Of course there is danger of using exercises that for one reason or another are beyond the grasp of the sophomore or even the average senior. And yet, I am inclined to think that whatever pedagogical mistakes have been made in this connection have for the most part been in the direction of making the illustrations and problems so commonplace and simple as to seem silly. Indeed there is much to justify the student in real life in making the criticism of the student in the story, who says: "When they spring those tricks on you about the flying arrow not moving, and all the rest, and prove it by pure logic, you learn what pure logic amounts to when it cuts loose from common sense."

It is more evident in the ordinary treatment of inductive logic than in the case of deductive, that the subject is descriptive in character, with its data taken from the work of scientific investigators and discoverers, and its purpose to set forth the approved ways of thinking. Nevertheless, more might be done to anticipate a first impression, not at all uncommon with students, that the subject matter of inductive logic is abstract and quite removed from daily human interests. There is no danger of over-emphasizing the relation of what is taught in the class room to the realities of life, by way of showing that the content of logic is not the invention of text-book writers, and is not esoteric in its nature and use; that the methods described and analyzed in treatises on logic may be said to have their primitive forms in the uncultivated state of the human mind whether in savage or in civilized society. What is scientifically known as the uniformity of nature and the method of difference are but the tendencies of the human mind to expect similar coexistences and sequences under similar conditions, and to regard the new antecedent as the cause of the new phenomenon, tendencies as strong in the savage as in the civilized mind. In brief, we should show the student that the difference between the principles and methods of common life, and those studied in logic, is the difference between spontaneous and attentive observation; between rash and rationally guided theorizing; between verification that is heedless and insufficient, and that which is exact and exhaustive.

Induction should be understood in its proper connotation. To conceive it as simply the reverse process of deduction, to regard it as identical with case-counting, or mere generalization based upon facts, is to remain ignorant of the complex and varied nature of scientific method, in which generalization plays but one part. A logical analysis of inductive method should be so complete as to make it unmistakably evident that to be a scientific investigator is to be more than a collector of facts and a propounder of theories. Darwin once remarked that any fool could generalize and speculate. The verification of theories by appeal to facts and known laws is the step in inductive procedure quite frequently overlooked or hastily taken. And yet the importance of it is emphasized by what has been said of eminent scientific investigators, namely, that the process of deduction has played a more important part in their work than induction; that their days were spent in verifying their theories and establishing the further consequences of them.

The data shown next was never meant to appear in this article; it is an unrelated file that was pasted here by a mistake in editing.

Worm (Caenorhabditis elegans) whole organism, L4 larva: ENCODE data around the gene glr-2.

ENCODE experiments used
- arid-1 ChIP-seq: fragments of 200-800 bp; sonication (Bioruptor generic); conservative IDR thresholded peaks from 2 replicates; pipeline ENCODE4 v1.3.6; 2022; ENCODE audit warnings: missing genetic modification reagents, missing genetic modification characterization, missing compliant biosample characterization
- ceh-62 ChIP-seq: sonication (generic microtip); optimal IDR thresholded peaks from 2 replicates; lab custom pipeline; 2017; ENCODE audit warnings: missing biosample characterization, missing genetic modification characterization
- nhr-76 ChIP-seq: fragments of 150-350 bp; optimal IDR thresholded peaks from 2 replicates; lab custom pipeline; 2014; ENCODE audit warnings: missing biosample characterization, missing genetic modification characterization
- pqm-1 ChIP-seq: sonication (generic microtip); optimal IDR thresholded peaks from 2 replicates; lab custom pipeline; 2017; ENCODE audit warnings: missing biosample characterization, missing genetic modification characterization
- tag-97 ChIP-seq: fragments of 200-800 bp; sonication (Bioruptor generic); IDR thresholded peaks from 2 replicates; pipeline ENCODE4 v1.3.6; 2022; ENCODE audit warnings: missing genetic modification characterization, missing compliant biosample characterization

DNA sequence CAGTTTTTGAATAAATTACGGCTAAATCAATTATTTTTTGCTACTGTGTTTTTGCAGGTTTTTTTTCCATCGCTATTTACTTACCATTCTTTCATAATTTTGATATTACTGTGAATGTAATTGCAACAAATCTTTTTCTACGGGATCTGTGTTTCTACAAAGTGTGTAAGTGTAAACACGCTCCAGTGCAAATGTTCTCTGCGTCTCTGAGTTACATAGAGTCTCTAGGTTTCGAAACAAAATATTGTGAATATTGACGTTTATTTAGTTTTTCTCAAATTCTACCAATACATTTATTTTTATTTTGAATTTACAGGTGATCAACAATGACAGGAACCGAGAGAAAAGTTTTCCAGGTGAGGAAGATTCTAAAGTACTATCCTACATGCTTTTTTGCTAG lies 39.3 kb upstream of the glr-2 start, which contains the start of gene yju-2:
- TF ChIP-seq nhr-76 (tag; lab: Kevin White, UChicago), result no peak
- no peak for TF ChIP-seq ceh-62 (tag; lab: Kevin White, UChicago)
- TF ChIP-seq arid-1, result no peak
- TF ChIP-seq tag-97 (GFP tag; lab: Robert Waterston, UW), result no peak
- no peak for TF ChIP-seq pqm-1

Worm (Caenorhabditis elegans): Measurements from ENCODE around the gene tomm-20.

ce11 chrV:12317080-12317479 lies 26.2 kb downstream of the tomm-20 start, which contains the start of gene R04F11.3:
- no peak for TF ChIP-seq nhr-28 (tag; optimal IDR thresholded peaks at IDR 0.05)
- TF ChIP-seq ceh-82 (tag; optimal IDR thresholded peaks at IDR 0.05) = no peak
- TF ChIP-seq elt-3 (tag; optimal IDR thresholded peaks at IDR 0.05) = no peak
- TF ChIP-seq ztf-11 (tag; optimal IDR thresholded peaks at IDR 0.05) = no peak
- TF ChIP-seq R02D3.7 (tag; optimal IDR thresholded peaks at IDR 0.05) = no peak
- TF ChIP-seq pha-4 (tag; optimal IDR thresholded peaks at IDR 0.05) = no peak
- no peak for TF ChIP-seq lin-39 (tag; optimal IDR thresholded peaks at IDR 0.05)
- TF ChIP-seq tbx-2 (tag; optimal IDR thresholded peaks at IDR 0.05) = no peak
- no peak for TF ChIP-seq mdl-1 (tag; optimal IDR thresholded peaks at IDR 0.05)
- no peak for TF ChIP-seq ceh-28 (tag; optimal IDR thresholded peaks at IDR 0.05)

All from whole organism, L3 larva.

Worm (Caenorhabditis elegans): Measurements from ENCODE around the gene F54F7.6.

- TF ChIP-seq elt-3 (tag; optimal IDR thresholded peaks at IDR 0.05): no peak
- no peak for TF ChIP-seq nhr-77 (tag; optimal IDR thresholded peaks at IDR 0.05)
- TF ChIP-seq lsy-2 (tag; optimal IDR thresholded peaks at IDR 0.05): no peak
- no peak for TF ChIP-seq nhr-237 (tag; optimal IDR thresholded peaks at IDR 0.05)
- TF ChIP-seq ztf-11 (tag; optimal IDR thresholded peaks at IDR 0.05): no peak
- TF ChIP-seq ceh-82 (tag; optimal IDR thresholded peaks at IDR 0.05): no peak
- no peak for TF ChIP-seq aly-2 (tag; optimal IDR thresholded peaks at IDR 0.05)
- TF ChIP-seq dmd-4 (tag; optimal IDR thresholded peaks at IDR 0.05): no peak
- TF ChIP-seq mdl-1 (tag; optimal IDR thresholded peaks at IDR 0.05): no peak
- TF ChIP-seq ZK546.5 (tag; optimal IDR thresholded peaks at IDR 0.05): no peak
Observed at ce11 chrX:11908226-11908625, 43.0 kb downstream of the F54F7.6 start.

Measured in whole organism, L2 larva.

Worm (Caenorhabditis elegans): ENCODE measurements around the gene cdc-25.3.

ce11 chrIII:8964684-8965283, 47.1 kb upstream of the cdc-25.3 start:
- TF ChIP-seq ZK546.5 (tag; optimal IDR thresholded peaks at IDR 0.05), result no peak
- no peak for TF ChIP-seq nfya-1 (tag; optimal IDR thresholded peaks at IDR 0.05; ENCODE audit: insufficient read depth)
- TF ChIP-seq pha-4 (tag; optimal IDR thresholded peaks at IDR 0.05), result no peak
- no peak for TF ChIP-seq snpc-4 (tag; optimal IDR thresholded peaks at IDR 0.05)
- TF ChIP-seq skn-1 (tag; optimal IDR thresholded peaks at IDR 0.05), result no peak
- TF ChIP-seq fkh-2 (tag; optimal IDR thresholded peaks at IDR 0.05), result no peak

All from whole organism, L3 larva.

The failure to understand the complex nature of inductive method appears now and then in another form. It finds expression in the opinions of those who profess to speak authoritatively upon the study of science from the pedagogical point of view. According to this view, the distinction between the observational and the experimental sciences is of insignificant value, and the arrangement of science courses might well enough be determined by local and economic conditions.

This misconception should be classed with that of mistaking general for singular terms, as is often done in the case of moral law and natural law. For it regards science as all one and the same, having one invariable procedure in all branches of scientific research, regardless of the peculiar nature of any particular group of phenomena. Consequently a study of any one of the sciences ought to satisfy the modern demand for science study and should qualify the more brilliant students as competent and reliable investigators in any branch of science whatsoever. If this were true, then, so far as pertains to method, the chemist might at once turn psychologist and pursue his work as successfully as though he had received his training in psychology instead of chemistry. The ideal man of science would be the last person to make any such claim. For he well knows that, besides the common features of the scientific method which appear everywhere in their broad outlines, there are numerous variations due to individual characteristics possessed by the data of the various sciences or different groups of sciences, and that to be a good scientist requires a preparation in the field in which one is to work. A better understanding of these facts might do much towards dispelling illusions as to a model science and the superiority of one science over another. Unfortunately scientists often assume an unscientific attitude towards one another. The physicist, for example, declares that for one to undertake the scientific study of psychical phenomena is to sound his death knell as a scientist. There is much need, among investigators in the various fields of human interest, of increased respect for one another's methods and results; of an intelligent conception of the peculiar conditions and difficulties of problems other than one's own; and instead of ridicule and depreciation, a just and cordial recognition of contributions honestly made, even though they lack the precision and finality which characterize results obtained elsewhere.